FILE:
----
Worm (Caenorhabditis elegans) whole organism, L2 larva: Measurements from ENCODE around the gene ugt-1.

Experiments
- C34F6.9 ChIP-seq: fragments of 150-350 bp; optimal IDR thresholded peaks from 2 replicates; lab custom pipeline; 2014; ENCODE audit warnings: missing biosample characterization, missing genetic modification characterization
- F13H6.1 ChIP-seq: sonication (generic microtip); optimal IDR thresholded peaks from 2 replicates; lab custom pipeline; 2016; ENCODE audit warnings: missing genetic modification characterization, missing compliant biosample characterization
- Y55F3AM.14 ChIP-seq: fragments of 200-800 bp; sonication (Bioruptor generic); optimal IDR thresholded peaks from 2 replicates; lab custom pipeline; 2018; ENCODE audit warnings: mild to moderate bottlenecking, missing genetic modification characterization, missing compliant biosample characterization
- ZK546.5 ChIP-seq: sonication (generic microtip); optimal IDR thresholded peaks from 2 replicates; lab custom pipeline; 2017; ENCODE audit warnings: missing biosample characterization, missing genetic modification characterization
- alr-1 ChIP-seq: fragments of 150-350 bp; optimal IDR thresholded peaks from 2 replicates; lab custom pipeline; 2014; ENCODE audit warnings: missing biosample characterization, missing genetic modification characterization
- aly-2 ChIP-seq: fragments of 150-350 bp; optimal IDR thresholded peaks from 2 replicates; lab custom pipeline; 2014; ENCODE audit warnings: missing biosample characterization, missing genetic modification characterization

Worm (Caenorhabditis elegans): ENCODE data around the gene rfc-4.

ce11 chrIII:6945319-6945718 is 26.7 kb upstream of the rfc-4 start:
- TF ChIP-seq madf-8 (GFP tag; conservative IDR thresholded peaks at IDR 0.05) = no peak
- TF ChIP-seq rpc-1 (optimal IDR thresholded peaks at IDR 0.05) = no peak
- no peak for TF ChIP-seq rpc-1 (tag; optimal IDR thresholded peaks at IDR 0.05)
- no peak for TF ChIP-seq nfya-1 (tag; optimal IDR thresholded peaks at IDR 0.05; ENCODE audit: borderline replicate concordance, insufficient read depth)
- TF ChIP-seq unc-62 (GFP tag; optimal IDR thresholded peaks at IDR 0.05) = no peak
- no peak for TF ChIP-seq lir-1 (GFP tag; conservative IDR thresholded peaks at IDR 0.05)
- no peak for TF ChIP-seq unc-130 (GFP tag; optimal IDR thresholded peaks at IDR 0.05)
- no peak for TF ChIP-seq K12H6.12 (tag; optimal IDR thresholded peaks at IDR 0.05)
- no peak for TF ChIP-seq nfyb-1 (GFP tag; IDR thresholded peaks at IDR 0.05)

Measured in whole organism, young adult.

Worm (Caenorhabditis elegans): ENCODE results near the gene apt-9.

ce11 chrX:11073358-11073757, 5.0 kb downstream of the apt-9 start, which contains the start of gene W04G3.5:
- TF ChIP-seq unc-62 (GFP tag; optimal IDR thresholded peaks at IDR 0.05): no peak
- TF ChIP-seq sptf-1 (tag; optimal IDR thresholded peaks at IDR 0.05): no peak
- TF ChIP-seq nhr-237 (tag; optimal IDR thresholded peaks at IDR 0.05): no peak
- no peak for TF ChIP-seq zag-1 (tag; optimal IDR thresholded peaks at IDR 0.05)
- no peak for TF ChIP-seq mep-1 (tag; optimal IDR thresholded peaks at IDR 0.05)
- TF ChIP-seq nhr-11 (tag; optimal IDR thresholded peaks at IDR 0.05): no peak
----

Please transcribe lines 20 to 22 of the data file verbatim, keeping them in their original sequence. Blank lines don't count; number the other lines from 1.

Measured in whole organism, young adult.

Worm (Caenorhabditis elegans): ENCODE results near the gene apt-9.

ce11 chrX:11073358-11073757, 5.0 kb downstream of the apt-9 start, which contains the start of gene W04G3.5: